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Fighting for Respeto: Latinas’ Stories of Violence and Resistance Shaping Educational Opportunities


by Judy Marquez Kiyama, Donna Marie Harris & Amalia Dache-Gerbino — 2016

Background/Context: The experiences of Latina youth in the United States are embedded within a larger social context influenced by gender, ethnic/racial identity, socioeconomic status, language, and sociospatial and political characteristics that can negatively impact their daily lived experiences. Given the challenges that young Latinas encounter, it is necessary to understand the systemic barriers that complicate their educational progress as they confront dominant institutions and systems that marginalize them.

Purpose/Objective: This article is informed by intersecting forms of violence and the relationship between violence and systems experienced by adolescent Latinas. Its purpose is to explore the oppressive structures that influence Latinas’ educational opportunities and to illustrate how Latinas respond to these structures. This article is guided by the following research questions: How are Latina students’ schooling experiences influenced by acts of violence? How do Latina students respond to these acts of violence?

Participants: Analysis for this article was drawn from seven focus groups with 39 Latinas, ages 11–18. The majority (82%) of the Latinas identified as Puerto Rican, inclusive of biracial and multiracial identities.

Research Design: The data in this article originated from a larger mixed-methods study examining the barriers that prohibit Latina/o students from successfully progressing through K–12 schooling. We used focus groups to collect data from the participants and drew upon narrative analysis techniques to represent the stories of the young Latinas.

Findings: Findings highlight how systemic forces position and oppress Latinas, resulting in physical violence, stereotypes, and environmental violence, each of which intersect with Latinas’ gender, race, ethnicity, social class, and language. The authors present the findings by associating key themes of resistance, resiliency, and agency with Latina participant experiences with violence.

Conclusions/Recommendations: The authors argue that these forms of systemic violence must be interrogated further, as future educational opportunities for Latinas will continue to be impacted. Spaces must be created to recognize and further cultivate the resistance strategies that Latinas are developing, especially as they learn to critique and fight against the social systems in which they are embedded.



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Cite This Article as: Teachers College Record Volume 118 Number 12, 2016, p. 1-50
http://www.tcrecord.org ID Number: 21630, Date Accessed: 12/14/2017 1:53:21 PM

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About the Author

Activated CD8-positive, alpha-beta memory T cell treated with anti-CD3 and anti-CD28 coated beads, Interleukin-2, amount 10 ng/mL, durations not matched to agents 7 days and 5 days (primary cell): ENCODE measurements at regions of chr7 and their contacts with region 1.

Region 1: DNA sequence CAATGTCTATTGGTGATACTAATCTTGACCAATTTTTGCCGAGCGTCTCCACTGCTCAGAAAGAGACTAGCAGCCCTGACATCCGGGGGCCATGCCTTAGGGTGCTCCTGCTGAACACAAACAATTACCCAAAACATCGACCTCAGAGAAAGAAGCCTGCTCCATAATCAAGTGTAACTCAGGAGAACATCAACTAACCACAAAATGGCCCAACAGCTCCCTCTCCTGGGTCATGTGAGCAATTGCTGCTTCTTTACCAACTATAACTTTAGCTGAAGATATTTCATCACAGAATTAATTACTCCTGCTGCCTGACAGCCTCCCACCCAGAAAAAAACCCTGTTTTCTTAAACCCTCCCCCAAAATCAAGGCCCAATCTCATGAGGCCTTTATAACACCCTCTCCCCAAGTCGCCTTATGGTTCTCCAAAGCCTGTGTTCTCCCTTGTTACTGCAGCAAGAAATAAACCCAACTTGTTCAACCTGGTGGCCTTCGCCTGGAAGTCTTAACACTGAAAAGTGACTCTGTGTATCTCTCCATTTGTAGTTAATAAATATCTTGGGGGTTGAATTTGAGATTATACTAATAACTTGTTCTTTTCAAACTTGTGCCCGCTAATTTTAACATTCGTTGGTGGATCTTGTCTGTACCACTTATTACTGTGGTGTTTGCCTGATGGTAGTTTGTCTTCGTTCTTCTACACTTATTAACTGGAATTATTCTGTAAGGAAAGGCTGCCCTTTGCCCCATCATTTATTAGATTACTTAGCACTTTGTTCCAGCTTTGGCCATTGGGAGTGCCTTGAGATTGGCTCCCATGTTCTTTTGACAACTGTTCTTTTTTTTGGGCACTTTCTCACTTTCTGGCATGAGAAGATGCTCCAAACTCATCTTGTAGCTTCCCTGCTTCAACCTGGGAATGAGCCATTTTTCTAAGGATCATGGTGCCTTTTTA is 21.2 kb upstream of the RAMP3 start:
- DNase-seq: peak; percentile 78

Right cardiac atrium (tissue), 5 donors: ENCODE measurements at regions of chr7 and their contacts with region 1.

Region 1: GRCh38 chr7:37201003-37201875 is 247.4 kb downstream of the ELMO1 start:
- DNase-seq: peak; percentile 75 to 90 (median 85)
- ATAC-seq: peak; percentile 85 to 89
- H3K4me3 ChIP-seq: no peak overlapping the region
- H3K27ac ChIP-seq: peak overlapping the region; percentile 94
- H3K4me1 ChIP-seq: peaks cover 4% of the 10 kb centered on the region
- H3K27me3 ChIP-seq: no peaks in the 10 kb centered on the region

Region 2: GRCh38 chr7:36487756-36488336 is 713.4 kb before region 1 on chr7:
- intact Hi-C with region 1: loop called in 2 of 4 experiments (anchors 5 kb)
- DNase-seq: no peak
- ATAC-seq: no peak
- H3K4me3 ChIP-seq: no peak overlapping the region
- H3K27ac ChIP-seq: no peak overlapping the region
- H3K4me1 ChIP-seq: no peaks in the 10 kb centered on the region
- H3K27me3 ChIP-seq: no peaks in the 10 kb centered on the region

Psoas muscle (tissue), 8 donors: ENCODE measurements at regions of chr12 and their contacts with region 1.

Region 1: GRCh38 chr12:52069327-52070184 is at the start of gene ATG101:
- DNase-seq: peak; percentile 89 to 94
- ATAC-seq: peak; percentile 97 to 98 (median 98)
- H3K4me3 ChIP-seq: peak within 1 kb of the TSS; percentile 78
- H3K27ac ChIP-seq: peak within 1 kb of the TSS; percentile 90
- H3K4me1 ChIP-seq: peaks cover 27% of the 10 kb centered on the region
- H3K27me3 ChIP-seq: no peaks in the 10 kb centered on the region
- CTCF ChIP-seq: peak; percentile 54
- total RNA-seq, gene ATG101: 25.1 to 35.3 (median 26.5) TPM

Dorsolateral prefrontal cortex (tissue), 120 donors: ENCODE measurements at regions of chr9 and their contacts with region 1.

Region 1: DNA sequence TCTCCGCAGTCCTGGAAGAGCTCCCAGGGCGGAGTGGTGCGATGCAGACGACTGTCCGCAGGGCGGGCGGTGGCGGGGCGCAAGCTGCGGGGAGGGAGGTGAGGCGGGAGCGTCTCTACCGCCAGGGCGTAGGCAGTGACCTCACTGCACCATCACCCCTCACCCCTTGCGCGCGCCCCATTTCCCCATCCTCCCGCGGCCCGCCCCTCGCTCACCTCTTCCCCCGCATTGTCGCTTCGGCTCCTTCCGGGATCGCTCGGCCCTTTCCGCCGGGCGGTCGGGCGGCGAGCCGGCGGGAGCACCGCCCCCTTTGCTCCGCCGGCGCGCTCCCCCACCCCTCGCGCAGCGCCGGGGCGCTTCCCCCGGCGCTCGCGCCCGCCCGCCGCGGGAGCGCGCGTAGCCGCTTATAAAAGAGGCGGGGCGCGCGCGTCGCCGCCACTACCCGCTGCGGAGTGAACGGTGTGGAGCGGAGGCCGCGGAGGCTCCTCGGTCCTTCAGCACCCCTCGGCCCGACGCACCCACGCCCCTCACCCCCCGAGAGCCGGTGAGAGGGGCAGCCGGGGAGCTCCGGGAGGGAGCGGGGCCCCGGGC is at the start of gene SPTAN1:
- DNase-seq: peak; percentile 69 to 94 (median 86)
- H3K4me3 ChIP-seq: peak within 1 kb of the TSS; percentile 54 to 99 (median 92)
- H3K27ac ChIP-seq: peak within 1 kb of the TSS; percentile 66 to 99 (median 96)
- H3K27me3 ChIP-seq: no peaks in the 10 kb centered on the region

• Judy Marquez Kiyama
    Morgridge College of Education, University of Denver
    E-mail Author
    JUDY MARQUEZ KIYAMA is an Associate Professor in the Higher Education Department at the University of Denver’s Morgridge College of Education. Her research examines, through an asset-based lens, the structures that shape educational opportunities for underserved groups to better understand the collective knowledge and resources drawn upon to confront, negotiate, and (re)shape such structures. Her research is organized around the role of parents, families, equity, and power in educational research and underserved groups as collective networks of change. Her most recent publication, with Casandra Harper, is the monograph Parent and Family Engagement in Higher Education: A Critical Examination of the Evolving Relationships between Families, Students, and Institutions (ASHE Higher Education Report Series).
  • Donna Harris
    Rochester City School District
    E-mail Author
    DONNA MARIE HARRIS is a Consultant Research Analyst for Latino Affairs and Bilingual Education at the Rochester (New York) City School District. Her research interests include race and education, educational policy, and the social organization of public schools and classrooms. Currently, she is studying how school policies and practices impact the quality of education and outcomes for Latina/o secondary students in Rochester. She is coauthor, with Judy Marquez Kiyama, of The Plight of Invisibility: A Community-Based Approach to Understanding the Educational Experiences of Urban Latina/os (Peter Lang).
  • Amalia Dache-Gerbino
    University of Missouri
    E-mail Author
    AMALIA DACHE-GERBINO is an Assistant Professor of Higher Education in the Department of Educational Leadership and Policy Analysis at the University of Missouri. Her research includes critical approaches to college access, transition, and success for students of color and the sociospatial context of higher education. She investigates how structural geographic factors impact access to higher education institutions for local residents and illustrates that urban spaces are developed and sustained in a manner that divests and isolates low-income communities of color. Her most recent publication, with Vicki T. Sapp. and Judy Marquez Kiyama, is “Against all odds: Latinas activate agency to secure access to college” (Journal of Women in Higher Education, forthcoming).
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